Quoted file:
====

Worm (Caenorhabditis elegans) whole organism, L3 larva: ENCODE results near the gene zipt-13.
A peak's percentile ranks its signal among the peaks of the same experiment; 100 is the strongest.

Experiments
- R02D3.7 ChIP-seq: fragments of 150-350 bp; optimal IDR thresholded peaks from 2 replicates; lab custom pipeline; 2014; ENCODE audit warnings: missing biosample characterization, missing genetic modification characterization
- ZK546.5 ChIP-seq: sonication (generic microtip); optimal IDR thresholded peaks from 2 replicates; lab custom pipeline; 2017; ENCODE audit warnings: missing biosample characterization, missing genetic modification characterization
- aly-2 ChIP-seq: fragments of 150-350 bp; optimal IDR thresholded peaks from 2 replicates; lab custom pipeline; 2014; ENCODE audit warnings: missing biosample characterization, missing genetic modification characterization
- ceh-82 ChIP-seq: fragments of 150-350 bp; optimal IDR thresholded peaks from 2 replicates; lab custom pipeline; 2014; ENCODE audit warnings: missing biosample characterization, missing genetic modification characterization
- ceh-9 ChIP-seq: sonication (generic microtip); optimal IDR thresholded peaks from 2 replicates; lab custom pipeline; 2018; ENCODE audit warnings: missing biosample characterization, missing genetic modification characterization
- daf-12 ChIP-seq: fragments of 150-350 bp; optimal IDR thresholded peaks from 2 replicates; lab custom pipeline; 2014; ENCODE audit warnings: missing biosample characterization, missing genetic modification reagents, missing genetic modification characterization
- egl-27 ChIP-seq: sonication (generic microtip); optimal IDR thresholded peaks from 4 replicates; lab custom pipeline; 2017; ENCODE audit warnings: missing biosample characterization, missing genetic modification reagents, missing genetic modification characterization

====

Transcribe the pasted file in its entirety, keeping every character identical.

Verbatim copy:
Worm (Caenorhabditis elegans) whole organism, L3 larva: ENCODE results near the gene zipt-13.
A peak's percentile ranks its signal among the peaks of the same experiment; 100 is the strongest.

Experiments
- R02D3.7 ChIP-seq: fragments of 150-350 bp; optimal IDR thresholded peaks from 2 replicates; lab custom pipeline; 2014; ENCODE audit warnings: missing biosample characterization, missing genetic modification characterization
- ZK546.5 ChIP-seq: sonication (generic microtip); optimal IDR thresholded peaks from 2 replicates; lab custom pipeline; 2017; ENCODE audit warnings: missing biosample characterization, missing genetic modification characterization
- aly-2 ChIP-seq: fragments of 150-350 bp; optimal IDR thresholded peaks from 2 replicates; lab custom pipeline; 2014; ENCODE audit warnings: missing biosample characterization, missing genetic modification characterization
- ceh-82 ChIP-seq: fragments of 150-350 bp; optimal IDR thresholded peaks from 2 replicates; lab custom pipeline; 2014; ENCODE audit warnings: missing biosample characterization, missing genetic modification characterization
- ceh-9 ChIP-seq: sonication (generic microtip); optimal IDR thresholded peaks from 2 replicates; lab custom pipeline; 2018; ENCODE audit warnings: missing biosample characterization, missing genetic modification characterization
- daf-12 ChIP-seq: fragments of 150-350 bp; optimal IDR thresholded peaks from 2 replicates; lab custom pipeline; 2014; ENCODE audit warnings: missing biosample characterization, missing genetic modification reagents, missing genetic modification characterization
- egl-27 ChIP-seq: sonication (generic microtip); optimal IDR thresholded peaks from 4 replicates; lab custom pipeline; 2017; ENCODE audit warnings: missing biosample characterization, missing genetic modification reagents, missing genetic modification characterization